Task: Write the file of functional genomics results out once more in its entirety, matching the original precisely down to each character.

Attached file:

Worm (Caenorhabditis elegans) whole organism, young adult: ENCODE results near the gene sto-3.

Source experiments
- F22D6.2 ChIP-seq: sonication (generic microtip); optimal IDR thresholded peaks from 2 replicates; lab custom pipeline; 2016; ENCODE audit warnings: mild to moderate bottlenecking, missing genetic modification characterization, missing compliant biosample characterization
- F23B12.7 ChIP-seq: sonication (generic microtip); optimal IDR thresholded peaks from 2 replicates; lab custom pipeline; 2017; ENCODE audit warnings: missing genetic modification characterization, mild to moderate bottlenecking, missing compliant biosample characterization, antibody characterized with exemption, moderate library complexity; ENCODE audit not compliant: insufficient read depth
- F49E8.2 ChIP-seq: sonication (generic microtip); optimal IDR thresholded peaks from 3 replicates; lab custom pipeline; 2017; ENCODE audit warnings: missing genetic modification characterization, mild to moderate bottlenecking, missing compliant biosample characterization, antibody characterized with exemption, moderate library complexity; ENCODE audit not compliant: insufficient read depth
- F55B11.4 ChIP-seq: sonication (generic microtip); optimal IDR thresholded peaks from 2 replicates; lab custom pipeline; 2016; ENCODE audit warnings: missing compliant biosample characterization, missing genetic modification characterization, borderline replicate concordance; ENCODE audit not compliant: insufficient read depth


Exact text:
Worm (Caenorhabditis elegans) whole organism, young adult: ENCODE results near the gene sto-3.

Source experiments
- F22D6.2 ChIP-seq: sonication (generic microtip); optimal IDR thresholded peaks from 2 replicates; lab custom pipeline; 2016; ENCODE audit warnings: mild to moderate bottlenecking, missing genetic modification characterization, missing compliant biosample characterization
- F23B12.7 ChIP-seq: sonication (generic microtip); optimal IDR thresholded peaks from 2 replicates; lab custom pipeline; 2017; ENCODE audit warnings: missing genetic modification characterization, mild to moderate bottlenecking, missing compliant biosample characterization, antibody characterized with exemption, moderate library complexity; ENCODE audit not compliant: insufficient read depth
- F49E8.2 ChIP-seq: sonication (generic microtip); optimal IDR thresholded peaks from 3 replicates; lab custom pipeline; 2017; ENCODE audit warnings: missing genetic modification characterization, mild to moderate bottlenecking, missing compliant biosample characterization, antibody characterized with exemption, moderate library complexity; ENCODE audit not compliant: insufficient read depth
- F55B11.4 ChIP-seq: sonication (generic microtip); optimal IDR thresholded peaks from 2 replicates; lab custom pipeline; 2016; ENCODE audit warnings: missing compliant biosample characterization, missing genetic modification characterization, borderline replicate concordance; ENCODE audit not compliant: insufficient read depth